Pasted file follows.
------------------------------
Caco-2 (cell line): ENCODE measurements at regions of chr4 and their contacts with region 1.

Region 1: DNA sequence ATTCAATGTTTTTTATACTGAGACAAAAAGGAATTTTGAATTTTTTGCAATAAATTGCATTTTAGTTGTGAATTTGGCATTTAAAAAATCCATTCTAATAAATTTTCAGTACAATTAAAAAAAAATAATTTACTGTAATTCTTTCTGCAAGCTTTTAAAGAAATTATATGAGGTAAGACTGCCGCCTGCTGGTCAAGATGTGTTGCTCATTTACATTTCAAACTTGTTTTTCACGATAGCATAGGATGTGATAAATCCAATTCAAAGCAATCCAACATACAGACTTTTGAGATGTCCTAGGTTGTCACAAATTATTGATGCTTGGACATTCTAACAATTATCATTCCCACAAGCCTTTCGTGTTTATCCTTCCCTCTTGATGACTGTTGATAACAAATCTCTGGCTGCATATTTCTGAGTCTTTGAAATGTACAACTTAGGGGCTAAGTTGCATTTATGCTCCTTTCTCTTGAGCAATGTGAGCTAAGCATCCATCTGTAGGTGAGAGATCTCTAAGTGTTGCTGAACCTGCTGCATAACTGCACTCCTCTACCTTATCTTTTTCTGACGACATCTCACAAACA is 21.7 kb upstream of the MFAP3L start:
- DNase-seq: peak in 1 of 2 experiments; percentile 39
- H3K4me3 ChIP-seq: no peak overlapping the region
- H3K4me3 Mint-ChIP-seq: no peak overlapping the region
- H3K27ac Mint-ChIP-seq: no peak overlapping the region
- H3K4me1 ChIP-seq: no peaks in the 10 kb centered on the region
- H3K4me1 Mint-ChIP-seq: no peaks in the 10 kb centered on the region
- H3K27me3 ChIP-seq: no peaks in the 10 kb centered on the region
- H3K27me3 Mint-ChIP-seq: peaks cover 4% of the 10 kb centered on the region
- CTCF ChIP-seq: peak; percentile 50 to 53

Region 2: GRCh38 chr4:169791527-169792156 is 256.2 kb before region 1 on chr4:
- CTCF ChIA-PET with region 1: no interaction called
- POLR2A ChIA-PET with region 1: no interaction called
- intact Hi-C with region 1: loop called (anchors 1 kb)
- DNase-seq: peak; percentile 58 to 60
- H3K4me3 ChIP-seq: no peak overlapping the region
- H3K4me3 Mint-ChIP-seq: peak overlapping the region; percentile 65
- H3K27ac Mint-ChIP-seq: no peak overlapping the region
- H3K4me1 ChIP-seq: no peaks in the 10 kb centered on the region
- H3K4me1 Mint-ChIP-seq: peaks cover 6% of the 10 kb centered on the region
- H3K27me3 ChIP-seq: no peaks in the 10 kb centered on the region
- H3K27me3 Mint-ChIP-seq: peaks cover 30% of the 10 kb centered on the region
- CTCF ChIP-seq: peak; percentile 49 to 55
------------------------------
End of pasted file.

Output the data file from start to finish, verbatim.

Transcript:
Caco-2 (cell line): ENCODE measurements at regions of chr4 and their contacts with region 1.

Region 1: DNA sequence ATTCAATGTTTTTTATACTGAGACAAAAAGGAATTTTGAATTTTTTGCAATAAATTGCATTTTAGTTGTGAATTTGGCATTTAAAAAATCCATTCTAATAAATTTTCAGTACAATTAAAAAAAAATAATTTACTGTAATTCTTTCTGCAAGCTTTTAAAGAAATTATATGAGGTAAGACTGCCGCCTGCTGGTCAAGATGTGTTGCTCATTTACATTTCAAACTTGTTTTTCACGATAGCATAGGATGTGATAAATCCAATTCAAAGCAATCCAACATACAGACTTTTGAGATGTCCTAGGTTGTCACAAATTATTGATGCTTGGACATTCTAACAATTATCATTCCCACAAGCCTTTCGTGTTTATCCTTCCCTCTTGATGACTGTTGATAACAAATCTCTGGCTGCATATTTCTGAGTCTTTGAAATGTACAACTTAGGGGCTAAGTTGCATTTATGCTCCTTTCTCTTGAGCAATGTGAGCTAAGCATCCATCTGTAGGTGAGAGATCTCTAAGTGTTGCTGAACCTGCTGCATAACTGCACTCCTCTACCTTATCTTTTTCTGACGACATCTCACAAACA is 21.7 kb upstream of the MFAP3L start:
- DNase-seq: peak in 1 of 2 experiments; percentile 39
- H3K4me3 ChIP-seq: no peak overlapping the region
- H3K4me3 Mint-ChIP-seq: no peak overlapping the region
- H3K27ac Mint-ChIP-seq: no peak overlapping the region
- H3K4me1 ChIP-seq: no peaks in the 10 kb centered on the region
- H3K4me1 Mint-ChIP-seq: no peaks in the 10 kb centered on the region
- H3K27me3 ChIP-seq: no peaks in the 10 kb centered on the region
- H3K27me3 Mint-ChIP-seq: peaks cover 4% of the 10 kb centered on the region
- CTCF ChIP-seq: peak; percentile 50 to 53

Region 2: GRCh38 chr4:169791527-169792156 is 256.2 kb before region 1 on chr4:
- CTCF ChIA-PET with region 1: no interaction called
- POLR2A ChIA-PET with region 1: no interaction called
- intact Hi-C with region 1: loop called (anchors 1 kb)
- DNase-seq: peak; percentile 58 to 60
- H3K4me3 ChIP-seq: no peak overlapping the region
- H3K4me3 Mint-ChIP-seq: peak overlapping the region; percentile 65
- H3K27ac Mint-ChIP-seq: no peak overlapping the region
- H3K4me1 ChIP-seq: no peaks in the 10 kb centered on the region
- H3K4me1 Mint-ChIP-seq: peaks cover 6% of the 10 kb centered on the region
- H3K27me3 ChIP-seq: no peaks in the 10 kb centered on the region
- H3K27me3 Mint-ChIP-seq: peaks cover 30% of the 10 kb centered on the region
- CTCF ChIP-seq: peak; percentile 49 to 55